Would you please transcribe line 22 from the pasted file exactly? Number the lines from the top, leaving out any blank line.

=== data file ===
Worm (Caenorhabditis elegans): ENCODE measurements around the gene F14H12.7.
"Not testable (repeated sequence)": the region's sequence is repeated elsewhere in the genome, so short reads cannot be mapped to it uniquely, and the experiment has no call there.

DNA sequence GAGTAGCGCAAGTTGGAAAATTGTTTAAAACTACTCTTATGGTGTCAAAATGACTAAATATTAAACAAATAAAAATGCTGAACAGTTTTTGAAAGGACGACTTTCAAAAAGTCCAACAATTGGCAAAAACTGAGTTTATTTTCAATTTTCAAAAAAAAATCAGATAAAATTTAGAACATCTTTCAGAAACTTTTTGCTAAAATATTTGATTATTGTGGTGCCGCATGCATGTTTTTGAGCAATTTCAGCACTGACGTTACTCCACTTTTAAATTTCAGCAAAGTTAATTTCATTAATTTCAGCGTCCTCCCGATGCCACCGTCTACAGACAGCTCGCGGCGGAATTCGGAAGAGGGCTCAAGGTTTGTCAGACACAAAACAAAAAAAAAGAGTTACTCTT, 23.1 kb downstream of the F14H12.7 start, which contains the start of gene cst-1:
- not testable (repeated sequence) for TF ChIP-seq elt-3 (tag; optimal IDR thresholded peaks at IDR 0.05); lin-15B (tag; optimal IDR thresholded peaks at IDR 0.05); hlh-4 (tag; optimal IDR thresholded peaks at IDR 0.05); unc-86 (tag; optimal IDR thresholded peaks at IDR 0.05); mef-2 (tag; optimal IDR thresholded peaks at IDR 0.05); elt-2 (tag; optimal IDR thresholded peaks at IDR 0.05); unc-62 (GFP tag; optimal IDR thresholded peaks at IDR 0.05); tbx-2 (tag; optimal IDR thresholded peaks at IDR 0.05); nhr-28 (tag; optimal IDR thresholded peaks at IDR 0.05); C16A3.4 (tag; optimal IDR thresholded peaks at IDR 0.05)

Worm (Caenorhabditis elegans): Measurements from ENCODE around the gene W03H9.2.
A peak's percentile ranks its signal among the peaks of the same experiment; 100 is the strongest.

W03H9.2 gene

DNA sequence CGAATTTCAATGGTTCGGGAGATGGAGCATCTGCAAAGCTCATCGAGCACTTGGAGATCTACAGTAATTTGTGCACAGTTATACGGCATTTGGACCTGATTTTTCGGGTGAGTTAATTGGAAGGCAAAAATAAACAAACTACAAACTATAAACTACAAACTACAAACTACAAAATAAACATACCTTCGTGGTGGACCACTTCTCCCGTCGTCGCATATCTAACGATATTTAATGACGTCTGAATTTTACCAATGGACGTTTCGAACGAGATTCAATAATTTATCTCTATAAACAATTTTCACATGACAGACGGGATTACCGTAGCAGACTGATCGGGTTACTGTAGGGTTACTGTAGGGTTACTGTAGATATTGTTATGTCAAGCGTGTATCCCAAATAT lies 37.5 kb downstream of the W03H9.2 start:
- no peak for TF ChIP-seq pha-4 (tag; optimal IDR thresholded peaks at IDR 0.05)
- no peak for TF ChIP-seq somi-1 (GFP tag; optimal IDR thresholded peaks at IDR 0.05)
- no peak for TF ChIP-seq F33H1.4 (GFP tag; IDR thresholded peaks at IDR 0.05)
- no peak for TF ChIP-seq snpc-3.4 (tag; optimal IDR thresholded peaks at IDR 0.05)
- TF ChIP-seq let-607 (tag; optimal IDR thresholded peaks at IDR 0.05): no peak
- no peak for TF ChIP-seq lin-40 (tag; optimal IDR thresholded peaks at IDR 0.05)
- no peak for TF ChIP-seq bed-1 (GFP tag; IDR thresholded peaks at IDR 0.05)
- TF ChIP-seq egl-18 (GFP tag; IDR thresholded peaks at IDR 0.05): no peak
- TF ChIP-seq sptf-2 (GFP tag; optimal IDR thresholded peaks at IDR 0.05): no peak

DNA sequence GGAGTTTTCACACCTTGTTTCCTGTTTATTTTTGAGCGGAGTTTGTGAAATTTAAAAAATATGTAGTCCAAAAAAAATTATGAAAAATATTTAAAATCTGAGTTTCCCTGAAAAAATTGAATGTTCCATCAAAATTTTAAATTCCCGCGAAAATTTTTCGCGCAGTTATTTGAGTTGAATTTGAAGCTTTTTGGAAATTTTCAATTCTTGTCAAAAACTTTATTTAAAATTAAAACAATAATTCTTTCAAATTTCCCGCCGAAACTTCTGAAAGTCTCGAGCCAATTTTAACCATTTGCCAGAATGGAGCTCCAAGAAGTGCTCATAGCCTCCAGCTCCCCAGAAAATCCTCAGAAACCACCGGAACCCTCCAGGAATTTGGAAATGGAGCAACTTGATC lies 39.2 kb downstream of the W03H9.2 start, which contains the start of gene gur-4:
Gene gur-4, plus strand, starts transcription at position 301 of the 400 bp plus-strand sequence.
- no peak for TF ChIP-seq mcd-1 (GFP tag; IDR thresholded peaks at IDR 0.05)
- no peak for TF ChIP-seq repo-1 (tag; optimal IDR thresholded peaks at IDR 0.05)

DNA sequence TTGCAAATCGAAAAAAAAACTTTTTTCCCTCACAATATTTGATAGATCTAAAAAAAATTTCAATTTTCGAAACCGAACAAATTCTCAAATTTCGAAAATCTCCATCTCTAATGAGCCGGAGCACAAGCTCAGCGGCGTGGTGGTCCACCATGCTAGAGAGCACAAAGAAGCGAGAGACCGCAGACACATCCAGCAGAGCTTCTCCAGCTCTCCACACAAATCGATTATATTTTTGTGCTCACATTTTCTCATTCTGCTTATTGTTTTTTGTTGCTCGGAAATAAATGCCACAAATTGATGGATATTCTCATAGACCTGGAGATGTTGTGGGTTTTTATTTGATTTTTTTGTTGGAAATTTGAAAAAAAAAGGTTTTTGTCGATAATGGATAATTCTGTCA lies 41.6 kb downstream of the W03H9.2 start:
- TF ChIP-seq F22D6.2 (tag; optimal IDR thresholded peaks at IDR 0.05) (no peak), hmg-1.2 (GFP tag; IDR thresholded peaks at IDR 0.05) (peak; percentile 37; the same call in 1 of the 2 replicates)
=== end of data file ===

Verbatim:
DNA sequence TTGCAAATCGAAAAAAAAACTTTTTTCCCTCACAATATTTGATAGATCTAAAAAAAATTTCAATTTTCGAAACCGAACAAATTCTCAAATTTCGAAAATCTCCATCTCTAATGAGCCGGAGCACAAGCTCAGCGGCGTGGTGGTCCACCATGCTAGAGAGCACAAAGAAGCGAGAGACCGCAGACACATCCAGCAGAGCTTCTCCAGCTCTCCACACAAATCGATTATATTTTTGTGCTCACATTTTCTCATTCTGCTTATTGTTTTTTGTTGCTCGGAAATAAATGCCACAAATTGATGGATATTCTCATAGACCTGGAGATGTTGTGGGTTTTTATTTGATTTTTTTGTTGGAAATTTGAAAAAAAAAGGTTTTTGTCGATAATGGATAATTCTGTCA lies 41.6 kb downstream of the W03H9.2 start: